How the Biden admin. plans to fast track clean energy permitting

September 14, 2021: Joe Biden, President, speaks at the Flatirons Campus, National Renewable Energy Laboratory, Arvada, Colorado. The President received insight into NREL’s long-term research mission, vision, and critical objectives which directly align with his decarbonization goals and national energy priorities.(Photo by Werner Slocum/ NREL).

With the Bipartisan infrastructure Law now directing billions of dollars to development projects, including clean-energy, the Biden administration released a new action plan that will accelerate the permitting and environmental reviews processes.

The plan focuses on inter-agency coordination, clearly defined timelines, early outreach and responsiveness to stakeholders, agency responsiveness and prioritized environmental reviews.

The White House believes that the plan will deliver infrastructure investments on-task, on-time, and on-budget without unnecessary bureaucratic delay.

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President Joe Biden’s $1.2 trillion Bipartisan Infrastructure Law, signed into law last October, is a lasting accomplishment. He has been plagued with legislative challenges on key agenda items such as the $550 billion for clean-energy set out in the now-dead reconciliation package.

It is evident that the White House places the success of the Bipartisan Infrastructure Law as its highest priority.

During Tuesday’s tour of the National Renewable Energy Laboratory Flatirons Campus at Arvada, Colorado, President Joe Biden talks to Energy Secretary Jennifer Granholm. This was Tuesday, September 14, 2021. (Official White House photo by Adam Schultz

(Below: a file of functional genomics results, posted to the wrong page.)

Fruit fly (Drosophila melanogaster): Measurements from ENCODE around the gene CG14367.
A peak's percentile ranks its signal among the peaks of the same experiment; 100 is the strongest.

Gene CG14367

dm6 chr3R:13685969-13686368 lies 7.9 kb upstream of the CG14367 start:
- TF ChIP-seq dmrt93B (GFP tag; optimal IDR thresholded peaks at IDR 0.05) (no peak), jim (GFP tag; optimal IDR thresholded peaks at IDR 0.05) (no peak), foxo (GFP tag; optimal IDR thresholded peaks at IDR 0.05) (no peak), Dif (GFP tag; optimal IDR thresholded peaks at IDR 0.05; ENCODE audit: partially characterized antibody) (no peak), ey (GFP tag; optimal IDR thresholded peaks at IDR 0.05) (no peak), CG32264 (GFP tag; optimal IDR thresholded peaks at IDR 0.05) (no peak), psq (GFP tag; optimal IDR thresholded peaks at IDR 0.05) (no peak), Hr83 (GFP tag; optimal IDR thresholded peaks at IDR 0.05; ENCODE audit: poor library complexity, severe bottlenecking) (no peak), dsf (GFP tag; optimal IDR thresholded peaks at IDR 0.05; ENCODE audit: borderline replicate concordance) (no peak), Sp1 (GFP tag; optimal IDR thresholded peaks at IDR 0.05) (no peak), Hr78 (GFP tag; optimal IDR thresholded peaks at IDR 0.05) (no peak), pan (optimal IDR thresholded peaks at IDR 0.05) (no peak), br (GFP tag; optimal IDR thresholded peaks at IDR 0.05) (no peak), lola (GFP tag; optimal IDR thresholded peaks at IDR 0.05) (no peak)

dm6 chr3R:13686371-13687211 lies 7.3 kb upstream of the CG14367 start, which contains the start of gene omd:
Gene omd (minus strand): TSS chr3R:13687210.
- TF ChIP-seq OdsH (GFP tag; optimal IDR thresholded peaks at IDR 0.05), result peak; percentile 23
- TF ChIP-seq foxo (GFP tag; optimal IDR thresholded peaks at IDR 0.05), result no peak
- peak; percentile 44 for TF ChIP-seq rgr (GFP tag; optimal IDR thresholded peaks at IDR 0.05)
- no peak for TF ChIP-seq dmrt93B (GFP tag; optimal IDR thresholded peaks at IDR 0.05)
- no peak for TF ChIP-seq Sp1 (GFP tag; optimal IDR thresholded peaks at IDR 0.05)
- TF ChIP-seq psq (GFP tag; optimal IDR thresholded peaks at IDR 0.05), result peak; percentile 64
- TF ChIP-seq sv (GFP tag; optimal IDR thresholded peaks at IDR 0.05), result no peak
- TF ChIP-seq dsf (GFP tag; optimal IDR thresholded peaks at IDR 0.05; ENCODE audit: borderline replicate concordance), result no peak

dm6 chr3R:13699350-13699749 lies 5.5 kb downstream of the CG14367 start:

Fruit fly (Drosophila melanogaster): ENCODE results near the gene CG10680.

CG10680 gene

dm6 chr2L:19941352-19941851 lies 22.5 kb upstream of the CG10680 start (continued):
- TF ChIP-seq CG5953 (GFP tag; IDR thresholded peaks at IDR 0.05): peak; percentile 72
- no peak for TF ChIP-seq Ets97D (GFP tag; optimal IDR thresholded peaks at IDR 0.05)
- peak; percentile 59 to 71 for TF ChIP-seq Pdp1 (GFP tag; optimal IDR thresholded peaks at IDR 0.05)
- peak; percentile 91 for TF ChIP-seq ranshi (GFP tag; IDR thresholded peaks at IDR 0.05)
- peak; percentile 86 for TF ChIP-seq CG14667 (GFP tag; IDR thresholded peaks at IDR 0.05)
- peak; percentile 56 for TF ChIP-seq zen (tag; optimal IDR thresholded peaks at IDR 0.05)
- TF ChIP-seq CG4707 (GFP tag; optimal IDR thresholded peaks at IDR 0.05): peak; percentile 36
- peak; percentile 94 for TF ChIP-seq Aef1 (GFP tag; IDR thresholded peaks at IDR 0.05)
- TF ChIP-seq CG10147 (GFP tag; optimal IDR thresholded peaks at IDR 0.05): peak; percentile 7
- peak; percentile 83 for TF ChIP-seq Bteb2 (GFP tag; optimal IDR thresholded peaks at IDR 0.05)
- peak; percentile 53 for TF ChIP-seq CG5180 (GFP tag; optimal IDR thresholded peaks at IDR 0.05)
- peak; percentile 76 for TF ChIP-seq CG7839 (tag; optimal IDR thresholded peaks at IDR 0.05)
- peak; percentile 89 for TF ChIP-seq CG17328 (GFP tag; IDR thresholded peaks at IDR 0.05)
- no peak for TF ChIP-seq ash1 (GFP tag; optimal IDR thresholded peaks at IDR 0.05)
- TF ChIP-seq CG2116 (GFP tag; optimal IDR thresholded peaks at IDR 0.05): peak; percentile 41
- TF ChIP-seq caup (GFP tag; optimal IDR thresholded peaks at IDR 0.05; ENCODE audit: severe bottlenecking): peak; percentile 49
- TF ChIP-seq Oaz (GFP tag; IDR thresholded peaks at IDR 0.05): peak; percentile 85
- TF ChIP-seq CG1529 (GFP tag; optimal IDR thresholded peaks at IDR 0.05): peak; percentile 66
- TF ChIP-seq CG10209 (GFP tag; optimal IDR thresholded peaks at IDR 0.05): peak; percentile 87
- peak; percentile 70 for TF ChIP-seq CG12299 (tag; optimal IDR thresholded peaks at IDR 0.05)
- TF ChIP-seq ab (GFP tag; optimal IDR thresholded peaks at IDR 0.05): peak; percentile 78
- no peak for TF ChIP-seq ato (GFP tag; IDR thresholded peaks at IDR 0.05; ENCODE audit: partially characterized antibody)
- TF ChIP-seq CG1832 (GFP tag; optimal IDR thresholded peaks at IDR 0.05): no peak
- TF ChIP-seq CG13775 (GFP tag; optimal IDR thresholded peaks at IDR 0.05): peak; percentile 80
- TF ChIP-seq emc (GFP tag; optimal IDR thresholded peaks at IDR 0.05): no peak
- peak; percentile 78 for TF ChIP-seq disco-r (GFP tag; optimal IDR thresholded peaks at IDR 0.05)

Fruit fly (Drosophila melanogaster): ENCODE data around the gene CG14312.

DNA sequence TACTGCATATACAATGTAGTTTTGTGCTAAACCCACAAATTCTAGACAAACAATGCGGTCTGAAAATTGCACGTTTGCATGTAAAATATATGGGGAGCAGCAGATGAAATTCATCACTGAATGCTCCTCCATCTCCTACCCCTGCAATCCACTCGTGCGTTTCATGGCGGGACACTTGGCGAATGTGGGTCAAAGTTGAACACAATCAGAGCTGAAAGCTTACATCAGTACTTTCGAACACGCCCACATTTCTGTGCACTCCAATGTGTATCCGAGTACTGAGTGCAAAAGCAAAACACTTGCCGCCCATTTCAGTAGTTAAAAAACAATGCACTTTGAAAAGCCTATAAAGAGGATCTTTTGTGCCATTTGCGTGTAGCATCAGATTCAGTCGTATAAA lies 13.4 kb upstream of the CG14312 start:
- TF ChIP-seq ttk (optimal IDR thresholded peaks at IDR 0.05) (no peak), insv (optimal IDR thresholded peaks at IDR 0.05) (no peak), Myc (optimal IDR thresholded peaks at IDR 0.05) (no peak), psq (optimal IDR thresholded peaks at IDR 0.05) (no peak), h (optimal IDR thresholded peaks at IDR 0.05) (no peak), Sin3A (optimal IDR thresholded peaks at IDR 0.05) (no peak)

The permitting plan combines existing permitting authority with new provisions in Bipartisan’s Infrastructure Law, including new FAST=41 regulations and authorities for covered projects in electricity transmission, renewable or conventional energy production, and water resources.

The Fixing America’s Surface Transportation Act (FAST Act), was signed into law in 2015. It created a new governance structure and set of procedures and funding authority to improve federal environmental review and approval processes for certain projects.

The White House also convened a group of sector-specific exports to offshore wind energy, transmission, onshore renewable energies and transmission, as well as production and processing critical minerals, transportation, broadband and climate-smart infrastructure.

In the coming months, the experts will guide the Federal Permitting Improvement Steering Council (“Permitting Council”) on their organizational structure as well as strategies.

The Office of Management and Budget (OMB) will provide guidance to federal agencies within the next 90-days on how to carry out the initiatives under the permitting plan.